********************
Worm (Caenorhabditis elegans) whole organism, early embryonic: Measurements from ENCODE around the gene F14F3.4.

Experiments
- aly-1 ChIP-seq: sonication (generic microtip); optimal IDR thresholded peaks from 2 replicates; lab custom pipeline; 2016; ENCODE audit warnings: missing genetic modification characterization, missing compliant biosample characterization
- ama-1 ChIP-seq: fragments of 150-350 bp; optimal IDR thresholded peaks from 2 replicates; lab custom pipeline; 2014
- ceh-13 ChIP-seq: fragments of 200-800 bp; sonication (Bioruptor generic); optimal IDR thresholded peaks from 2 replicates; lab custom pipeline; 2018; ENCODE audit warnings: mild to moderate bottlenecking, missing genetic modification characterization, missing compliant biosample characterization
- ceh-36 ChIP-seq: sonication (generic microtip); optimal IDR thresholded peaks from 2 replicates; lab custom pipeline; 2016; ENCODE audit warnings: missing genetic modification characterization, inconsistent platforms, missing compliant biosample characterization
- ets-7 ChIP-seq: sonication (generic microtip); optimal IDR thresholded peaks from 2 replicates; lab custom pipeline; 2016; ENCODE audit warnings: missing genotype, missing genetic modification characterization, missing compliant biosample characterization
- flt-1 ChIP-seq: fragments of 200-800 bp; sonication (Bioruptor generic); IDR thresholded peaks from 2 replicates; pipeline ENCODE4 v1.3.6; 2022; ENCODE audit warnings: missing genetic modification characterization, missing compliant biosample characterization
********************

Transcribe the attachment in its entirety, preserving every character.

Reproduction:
Worm (Caenorhabditis elegans) whole organism, early embryonic: Measurements from ENCODE around the gene F14F3.4.

Experiments
- aly-1 ChIP-seq: sonication (generic microtip); optimal IDR thresholded peaks from 2 replicates; lab custom pipeline; 2016; ENCODE audit warnings: missing genetic modification characterization, missing compliant biosample characterization
- ama-1 ChIP-seq: fragments of 150-350 bp; optimal IDR thresholded peaks from 2 replicates; lab custom pipeline; 2014
- ceh-13 ChIP-seq: fragments of 200-800 bp; sonication (Bioruptor generic); optimal IDR thresholded peaks from 2 replicates; lab custom pipeline; 2018; ENCODE audit warnings: mild to moderate bottlenecking, missing genetic modification characterization, missing compliant biosample characterization
- ceh-36 ChIP-seq: sonication (generic microtip); optimal IDR thresholded peaks from 2 replicates; lab custom pipeline; 2016; ENCODE audit warnings: missing genetic modification characterization, inconsistent platforms, missing compliant biosample characterization
- ets-7 ChIP-seq: sonication (generic microtip); optimal IDR thresholded peaks from 2 replicates; lab custom pipeline; 2016; ENCODE audit warnings: missing genotype, missing genetic modification characterization, missing compliant biosample characterization
- flt-1 ChIP-seq: fragments of 200-800 bp; sonication (Bioruptor generic); IDR thresholded peaks from 2 replicates; pipeline ENCODE4 v1.3.6; 2022; ENCODE audit warnings: missing genetic modification characterization, missing compliant biosample characterization